Written by Florence Neville
I am, by nature, a low-energy kinda person. I am happy doing nothing for hours at a time, often forget to leave the house for days, and can easily spend months cloistered within a 15 mile radius without really noticing. My home is my haven: an ode to woollen blankets, beeswax candles, glossy plants, locally-roasted coffee and home-baked cake. But I often forget that drawing my comfort zone too close can be cloyingly claustrophobic.
Lifestyle bloggers went crazy over the Danish concept of hygge a couple of years back. Hot chocolate piled high with marshmallows, teeny-tiny fairy lights twinkling, cable-knit sweaters and thick fluffy socks. But these symbolic representations of the hygge lifestyle only really come into their own as a contrast to cold frosts, sleeting rain and long nights. Lighting candles when it’s truly dark and foggy outside, woollen socks worn on a cold, stone floor; that deliciousness of hot soup after a wet and muddy walk.
Luckily, the things I forget, my husband remembers for me. Although I have extensively read, practised, written about and constantly wittered at him about seasonal living and balance, he gets the concept of hygge instinctively. More importantly, he also knows that often I need help getting out of the house.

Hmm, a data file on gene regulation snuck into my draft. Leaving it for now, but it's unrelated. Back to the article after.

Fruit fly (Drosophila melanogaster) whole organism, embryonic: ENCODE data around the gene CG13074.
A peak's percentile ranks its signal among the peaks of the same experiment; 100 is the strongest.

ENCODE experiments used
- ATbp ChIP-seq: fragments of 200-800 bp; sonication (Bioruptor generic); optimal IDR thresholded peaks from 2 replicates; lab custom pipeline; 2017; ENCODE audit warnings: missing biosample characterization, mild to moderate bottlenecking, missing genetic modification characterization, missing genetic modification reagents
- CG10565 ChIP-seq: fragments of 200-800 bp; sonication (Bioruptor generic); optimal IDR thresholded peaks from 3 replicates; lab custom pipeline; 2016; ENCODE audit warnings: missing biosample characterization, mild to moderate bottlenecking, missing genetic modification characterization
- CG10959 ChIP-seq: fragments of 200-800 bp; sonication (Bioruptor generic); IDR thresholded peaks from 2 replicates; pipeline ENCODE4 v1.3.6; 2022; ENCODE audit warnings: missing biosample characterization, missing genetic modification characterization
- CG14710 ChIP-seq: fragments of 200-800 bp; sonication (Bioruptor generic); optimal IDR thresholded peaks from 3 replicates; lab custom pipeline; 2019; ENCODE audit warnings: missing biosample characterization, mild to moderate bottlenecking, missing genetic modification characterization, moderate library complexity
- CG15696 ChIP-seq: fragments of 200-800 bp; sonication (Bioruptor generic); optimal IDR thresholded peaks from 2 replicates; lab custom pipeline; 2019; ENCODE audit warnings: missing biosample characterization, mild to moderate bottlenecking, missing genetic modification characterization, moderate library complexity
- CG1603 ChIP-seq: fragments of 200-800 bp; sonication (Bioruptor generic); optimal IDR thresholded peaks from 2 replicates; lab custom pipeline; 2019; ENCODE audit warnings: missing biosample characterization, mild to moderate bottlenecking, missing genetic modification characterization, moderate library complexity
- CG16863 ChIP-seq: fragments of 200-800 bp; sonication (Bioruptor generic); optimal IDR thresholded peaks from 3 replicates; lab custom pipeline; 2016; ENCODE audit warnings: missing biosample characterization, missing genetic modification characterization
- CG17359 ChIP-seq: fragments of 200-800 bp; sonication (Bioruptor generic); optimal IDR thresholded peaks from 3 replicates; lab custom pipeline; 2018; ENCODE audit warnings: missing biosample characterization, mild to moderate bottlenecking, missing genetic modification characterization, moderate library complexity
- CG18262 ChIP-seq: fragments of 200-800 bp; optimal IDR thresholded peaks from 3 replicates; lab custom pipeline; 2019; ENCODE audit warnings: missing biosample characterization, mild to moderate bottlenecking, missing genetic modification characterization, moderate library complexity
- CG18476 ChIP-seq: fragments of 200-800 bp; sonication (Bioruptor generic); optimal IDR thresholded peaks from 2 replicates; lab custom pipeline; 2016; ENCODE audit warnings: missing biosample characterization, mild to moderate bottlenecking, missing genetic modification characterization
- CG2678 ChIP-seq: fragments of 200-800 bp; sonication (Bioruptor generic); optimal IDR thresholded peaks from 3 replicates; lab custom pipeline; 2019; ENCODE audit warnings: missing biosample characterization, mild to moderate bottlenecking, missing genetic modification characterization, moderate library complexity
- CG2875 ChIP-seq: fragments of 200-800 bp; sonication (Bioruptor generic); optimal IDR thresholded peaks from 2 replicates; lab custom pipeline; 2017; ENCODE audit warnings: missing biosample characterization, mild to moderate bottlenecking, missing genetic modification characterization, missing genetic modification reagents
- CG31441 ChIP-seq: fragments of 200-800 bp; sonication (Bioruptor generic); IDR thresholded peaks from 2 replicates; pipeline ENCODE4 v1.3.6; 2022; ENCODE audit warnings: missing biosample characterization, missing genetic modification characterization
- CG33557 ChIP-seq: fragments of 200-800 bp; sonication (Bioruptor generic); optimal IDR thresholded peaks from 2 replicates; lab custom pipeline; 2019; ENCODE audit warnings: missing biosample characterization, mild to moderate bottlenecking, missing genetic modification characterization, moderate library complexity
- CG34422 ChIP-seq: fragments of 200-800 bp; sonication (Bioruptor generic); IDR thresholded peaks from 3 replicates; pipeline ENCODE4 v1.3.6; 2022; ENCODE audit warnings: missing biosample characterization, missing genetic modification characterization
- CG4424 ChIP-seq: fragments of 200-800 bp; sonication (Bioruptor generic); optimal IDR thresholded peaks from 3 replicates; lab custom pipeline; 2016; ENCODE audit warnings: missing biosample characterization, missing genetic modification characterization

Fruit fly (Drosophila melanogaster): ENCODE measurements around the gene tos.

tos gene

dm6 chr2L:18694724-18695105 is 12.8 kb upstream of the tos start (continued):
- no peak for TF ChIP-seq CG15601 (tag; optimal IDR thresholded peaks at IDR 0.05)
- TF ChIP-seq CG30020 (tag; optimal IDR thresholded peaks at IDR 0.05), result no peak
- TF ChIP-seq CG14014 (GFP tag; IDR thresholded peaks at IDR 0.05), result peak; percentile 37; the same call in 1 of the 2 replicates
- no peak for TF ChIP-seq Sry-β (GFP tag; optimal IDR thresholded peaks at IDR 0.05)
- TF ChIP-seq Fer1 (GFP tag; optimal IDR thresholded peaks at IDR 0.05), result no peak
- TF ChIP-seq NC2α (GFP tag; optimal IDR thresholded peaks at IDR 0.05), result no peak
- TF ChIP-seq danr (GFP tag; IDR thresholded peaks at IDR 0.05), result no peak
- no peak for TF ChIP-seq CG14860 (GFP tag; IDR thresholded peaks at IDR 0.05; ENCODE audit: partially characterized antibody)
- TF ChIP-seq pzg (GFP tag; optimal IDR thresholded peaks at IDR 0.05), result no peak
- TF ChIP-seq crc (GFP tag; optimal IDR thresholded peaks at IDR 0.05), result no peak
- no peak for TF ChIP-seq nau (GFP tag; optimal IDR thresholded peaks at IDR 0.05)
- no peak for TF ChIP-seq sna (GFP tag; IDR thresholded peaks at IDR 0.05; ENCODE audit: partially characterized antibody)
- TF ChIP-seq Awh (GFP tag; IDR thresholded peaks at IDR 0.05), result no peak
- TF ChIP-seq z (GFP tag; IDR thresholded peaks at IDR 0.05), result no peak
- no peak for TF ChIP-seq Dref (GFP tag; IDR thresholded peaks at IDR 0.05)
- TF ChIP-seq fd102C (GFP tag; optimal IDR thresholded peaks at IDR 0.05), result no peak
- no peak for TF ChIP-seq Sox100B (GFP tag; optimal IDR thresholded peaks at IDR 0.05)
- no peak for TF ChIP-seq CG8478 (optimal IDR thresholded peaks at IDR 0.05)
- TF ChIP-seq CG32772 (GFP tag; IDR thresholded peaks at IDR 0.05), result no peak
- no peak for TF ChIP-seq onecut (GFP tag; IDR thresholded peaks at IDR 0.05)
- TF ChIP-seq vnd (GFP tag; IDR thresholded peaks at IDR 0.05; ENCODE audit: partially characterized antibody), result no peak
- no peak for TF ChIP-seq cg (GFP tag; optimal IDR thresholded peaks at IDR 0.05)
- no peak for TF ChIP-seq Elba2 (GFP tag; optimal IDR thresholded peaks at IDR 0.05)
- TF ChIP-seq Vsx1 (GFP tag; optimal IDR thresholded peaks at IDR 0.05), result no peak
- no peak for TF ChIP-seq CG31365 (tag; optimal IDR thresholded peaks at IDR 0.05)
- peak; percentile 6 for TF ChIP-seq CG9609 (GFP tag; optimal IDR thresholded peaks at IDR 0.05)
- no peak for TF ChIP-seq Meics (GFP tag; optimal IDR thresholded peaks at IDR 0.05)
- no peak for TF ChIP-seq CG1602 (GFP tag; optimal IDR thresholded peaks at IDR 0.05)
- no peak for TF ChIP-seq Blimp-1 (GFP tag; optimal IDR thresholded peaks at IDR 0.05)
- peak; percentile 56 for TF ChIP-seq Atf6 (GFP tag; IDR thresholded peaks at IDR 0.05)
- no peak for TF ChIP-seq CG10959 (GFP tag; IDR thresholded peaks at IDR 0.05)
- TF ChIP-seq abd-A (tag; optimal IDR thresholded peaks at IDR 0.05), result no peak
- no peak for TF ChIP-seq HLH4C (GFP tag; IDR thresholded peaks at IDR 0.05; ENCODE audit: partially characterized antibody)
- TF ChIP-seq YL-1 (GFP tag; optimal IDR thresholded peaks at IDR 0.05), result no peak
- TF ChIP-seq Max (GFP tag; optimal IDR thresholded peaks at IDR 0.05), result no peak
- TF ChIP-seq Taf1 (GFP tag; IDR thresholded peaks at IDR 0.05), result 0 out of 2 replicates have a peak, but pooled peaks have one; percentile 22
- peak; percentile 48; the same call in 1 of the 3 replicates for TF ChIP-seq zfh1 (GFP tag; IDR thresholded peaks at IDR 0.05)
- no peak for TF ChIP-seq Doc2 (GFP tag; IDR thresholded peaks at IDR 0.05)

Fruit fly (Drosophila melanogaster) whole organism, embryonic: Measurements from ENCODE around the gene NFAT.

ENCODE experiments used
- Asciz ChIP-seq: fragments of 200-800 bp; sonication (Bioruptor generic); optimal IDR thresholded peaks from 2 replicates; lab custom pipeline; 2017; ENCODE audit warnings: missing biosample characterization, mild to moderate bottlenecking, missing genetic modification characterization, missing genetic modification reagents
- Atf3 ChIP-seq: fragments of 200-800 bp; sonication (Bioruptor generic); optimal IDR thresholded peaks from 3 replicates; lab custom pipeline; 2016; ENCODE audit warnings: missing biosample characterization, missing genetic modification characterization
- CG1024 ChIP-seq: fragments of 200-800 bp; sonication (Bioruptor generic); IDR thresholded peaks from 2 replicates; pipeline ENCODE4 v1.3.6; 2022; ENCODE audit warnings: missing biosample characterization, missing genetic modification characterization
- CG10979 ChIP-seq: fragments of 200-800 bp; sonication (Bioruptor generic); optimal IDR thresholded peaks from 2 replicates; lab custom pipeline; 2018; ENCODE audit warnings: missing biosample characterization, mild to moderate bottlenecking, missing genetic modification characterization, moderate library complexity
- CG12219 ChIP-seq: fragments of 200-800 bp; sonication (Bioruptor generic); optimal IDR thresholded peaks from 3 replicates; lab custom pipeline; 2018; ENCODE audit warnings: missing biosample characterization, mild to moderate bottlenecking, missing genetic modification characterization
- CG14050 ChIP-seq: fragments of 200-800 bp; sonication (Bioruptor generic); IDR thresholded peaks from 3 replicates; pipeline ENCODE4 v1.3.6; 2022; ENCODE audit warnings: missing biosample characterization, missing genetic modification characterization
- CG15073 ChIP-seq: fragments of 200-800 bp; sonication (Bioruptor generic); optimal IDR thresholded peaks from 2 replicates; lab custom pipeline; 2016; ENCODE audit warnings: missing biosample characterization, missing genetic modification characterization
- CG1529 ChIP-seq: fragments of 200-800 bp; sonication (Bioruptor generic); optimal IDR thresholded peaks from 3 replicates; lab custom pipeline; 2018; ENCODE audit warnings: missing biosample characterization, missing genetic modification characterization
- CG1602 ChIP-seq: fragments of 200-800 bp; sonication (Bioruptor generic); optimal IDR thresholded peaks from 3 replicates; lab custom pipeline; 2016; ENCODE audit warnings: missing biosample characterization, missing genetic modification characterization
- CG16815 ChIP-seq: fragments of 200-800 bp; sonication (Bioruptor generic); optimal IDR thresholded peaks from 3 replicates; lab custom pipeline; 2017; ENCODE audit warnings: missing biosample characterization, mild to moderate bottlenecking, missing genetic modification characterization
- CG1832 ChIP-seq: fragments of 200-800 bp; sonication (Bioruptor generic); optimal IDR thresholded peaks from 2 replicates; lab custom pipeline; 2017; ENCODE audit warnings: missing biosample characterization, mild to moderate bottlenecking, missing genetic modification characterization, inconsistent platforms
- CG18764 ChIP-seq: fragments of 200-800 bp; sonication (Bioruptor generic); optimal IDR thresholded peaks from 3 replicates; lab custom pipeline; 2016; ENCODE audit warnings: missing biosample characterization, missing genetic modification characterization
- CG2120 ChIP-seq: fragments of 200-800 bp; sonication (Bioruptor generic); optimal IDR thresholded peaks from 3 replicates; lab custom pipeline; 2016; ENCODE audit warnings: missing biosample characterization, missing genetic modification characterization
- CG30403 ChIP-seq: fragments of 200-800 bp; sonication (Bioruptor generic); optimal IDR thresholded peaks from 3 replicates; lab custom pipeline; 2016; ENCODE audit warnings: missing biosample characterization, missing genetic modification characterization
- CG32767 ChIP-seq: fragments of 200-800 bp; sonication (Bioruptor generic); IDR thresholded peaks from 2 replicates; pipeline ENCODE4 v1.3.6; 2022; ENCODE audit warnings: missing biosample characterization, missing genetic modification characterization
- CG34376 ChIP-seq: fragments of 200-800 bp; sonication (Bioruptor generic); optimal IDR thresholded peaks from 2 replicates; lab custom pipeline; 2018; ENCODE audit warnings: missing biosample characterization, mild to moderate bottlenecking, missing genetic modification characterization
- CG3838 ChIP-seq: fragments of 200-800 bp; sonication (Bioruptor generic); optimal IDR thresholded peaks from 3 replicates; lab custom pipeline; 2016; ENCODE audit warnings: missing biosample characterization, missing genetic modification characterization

When I went into meltdown a few evenings ago, losing my ability to speak, eat or make useful decisions; and crying constantly with no knowledge of why, he quietly gathered together walking boots and gloves. The next morning, after we’d had coffee but before the sun came up he drove us just outside of our village to the outskirts of the local woods.
We saw the just-past full moon drift downwards through pink, fluffy clouds and the golden sun begin to rise into a deepening blue sky. We crunched though frost-dusted leaves, slipped on frozen mud and crept carefully over moss crystallised in ice. I found a tree to lean on, closed my eyes and breathed deeper than I had in the past few months.
I ran around taking photos of moss-covered trees, frosty teasels and crumbling walls; laughed at our usually slow and placid Labrador, Ella haring around in tiny and erratic circles; listened for the birds calling for each other after a night of sub-zero temperatures.
Rubbing together icy fingers, marvelling at vivid colours, organic shapes and sharp tonal contrasts; scenting distant log fires and the tang of resin; and hearing the crackle of the puddles of ice we jumped on gave me a glorious sense of my world expanding again. My lungs filled, my jaw released, any residual stiffness left my joints and my body felt less tired.
Less than an hour from leaving the house we were back home, lighting candles, and baking muffins. And the second coffee of the day tasted even better.